“The unfulfilled expectations of the people over the decades since the nation’s gaining back her freedom poured out on the streets in loud and angry outcry for change,” he writes in his book “The 1988 Uprising in Myanmar”.
“It was a storm of huge size and fierceness, and storms don’t just come; they build up and gather from different directions and then burst upon the scene.”
For Ko Ko Gyi, one of the prominent student leaders who took part in the uprising, the deaths of Ko Phone Maw and Ko Soe Naing formed a “spark that brought a huge change” to the country as well as for him personally.
“Were it not for their deaths and the ’88 Uprising, I wouldn’t have been a politician as I am today; probably a government official or trader,” he said. Thirty years ago today, he was a final-year student majoring in International Relations at Yangon University. He would be imprisoned on and off for his political activism until his most recent release in early 2012.
To honor the deaths of Ko Phone Maw and Ko Soe Naing, political activists in 2012 nominated March 13, the day the students were shot, as Myanmar Human Rights Day.
Daw Aung San Suu Kyi, who was Myanmar’s main opposition leader at the time, agreed with the proposal while commenting that “their deaths were caused by the lack of human rights in Myanmar.”
This year, the State Counsellor did not send a message in time for Wednesday’s commemoration, but last year she urged her fellow citizens to honor Ko Phone Maw and Ko Soe Naing along with other young people who sacrificed for the country, by making good efforts on behalf of Myanmar.
Daw Mar Mar Win, another sister of Ko Phone Maw, said at Tuesday’s commemoration that she was happy to see that people still remembered her brother.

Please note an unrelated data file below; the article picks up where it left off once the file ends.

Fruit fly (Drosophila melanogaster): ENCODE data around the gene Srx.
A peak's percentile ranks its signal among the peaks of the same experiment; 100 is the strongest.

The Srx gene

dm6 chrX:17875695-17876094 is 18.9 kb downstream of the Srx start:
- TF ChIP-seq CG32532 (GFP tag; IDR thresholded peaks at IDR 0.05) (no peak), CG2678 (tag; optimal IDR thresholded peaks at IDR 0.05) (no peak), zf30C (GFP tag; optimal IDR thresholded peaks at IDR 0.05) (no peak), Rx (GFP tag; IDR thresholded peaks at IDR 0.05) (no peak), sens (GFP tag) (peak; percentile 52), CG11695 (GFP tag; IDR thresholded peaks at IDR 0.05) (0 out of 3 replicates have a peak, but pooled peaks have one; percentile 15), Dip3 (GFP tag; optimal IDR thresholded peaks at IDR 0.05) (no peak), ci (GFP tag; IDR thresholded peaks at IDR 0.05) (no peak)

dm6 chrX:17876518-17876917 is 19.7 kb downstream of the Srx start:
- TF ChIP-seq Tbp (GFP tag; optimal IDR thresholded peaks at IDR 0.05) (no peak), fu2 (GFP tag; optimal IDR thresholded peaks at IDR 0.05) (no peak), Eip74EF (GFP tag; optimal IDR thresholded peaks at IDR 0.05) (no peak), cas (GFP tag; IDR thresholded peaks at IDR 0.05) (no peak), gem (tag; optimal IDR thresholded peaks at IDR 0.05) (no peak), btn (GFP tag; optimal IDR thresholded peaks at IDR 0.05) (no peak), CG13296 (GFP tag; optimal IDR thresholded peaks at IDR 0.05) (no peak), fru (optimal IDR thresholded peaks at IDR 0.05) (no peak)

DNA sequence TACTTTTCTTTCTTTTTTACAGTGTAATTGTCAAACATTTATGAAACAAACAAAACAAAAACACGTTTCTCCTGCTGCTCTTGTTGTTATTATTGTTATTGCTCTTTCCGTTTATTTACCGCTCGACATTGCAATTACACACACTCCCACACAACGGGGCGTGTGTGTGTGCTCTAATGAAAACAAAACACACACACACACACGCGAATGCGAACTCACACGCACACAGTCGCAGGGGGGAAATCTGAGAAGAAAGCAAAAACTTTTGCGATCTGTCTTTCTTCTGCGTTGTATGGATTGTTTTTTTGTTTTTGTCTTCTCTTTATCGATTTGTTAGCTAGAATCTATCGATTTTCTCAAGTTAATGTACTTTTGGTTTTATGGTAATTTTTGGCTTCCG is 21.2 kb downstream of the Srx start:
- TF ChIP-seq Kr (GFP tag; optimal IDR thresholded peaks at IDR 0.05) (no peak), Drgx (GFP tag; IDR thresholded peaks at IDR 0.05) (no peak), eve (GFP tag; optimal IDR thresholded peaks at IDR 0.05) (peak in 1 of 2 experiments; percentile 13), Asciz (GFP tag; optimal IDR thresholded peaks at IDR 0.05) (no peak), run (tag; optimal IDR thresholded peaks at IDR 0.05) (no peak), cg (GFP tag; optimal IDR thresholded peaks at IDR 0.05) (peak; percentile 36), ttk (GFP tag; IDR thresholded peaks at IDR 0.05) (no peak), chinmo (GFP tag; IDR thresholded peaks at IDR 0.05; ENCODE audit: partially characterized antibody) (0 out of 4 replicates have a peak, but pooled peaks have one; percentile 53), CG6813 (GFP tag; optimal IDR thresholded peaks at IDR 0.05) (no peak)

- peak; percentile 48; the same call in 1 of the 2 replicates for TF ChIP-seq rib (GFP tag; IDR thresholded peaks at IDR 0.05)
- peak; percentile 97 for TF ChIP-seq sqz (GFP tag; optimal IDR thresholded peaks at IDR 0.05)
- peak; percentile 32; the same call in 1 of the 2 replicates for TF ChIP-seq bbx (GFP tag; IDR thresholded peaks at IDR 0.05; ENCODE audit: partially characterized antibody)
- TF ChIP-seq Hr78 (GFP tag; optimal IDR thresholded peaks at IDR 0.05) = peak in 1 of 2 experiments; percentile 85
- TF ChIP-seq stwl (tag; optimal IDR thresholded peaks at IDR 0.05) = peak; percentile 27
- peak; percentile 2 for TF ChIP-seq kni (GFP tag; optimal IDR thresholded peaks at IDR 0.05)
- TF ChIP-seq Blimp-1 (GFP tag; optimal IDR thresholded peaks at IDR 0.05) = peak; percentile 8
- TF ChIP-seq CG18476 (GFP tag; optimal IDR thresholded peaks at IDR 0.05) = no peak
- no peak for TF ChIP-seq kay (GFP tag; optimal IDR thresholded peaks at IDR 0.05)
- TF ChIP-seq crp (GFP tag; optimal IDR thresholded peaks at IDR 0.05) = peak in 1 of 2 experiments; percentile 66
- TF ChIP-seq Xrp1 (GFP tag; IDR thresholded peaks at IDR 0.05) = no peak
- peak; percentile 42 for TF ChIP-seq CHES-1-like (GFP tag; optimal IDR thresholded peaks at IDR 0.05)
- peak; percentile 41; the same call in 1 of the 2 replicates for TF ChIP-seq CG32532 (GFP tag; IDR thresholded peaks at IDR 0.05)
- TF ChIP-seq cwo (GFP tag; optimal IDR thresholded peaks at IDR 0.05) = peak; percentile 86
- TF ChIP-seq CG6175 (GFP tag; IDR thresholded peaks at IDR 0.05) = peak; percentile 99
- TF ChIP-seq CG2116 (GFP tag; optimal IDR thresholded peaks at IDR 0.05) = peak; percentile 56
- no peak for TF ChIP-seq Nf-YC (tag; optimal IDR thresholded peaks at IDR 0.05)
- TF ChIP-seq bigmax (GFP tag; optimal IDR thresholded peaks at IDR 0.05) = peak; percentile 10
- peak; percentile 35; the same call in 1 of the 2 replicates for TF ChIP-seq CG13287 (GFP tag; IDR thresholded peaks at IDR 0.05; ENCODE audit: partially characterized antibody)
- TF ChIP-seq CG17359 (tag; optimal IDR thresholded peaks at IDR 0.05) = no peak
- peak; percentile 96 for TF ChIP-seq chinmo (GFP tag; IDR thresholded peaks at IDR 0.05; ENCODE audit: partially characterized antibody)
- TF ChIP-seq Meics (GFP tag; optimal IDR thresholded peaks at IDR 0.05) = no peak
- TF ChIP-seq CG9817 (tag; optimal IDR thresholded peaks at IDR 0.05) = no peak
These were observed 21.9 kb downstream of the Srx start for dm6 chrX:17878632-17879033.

Both sisters, who have for many years now spent much of their time at a meditation center, remembered their brother as a smart young man who hated violence and quarreling.
His death left their family traumatized, they said.
The authorities forced them to keep the funeral as low profile as possible. As the cause of death, the official death certificate says only: “Puncture wound (chest)”, and makes no reference to a gunshot.
Initially they were even forbidden from placing an obituary in the newspaper, though authorities eventually relented on this point after the family insisted.
They weren’t even left alone to conduct the funeral as they wished. The family was only allowed to see the body on the day before the cremation, for identification purposes. On the day of the funeral, March 17, the authorities secretly cremated the body at 8 AM at another cemetery, in an effort to avoid drawing public attention to the ceremony. At Tamwe Cemetery (which is no longer extant; the site later made way for a development project), the family members were not allowed to get out of their car or to say a final goodbye to their brother and son. All they could do was watch in tears through the front windscreen of their car as the unmarked coffin was swallowed by the flames.
Daw Mar Mar Win believes in the law of Karma, and that those who were responsible for her brother’s death will reap what they have sown. Likewise, the family believes that in death their brother and son was paying for his past sins and misdeeds; something from which nobody can escape.
“But we miss him. He is a good boy,” she said.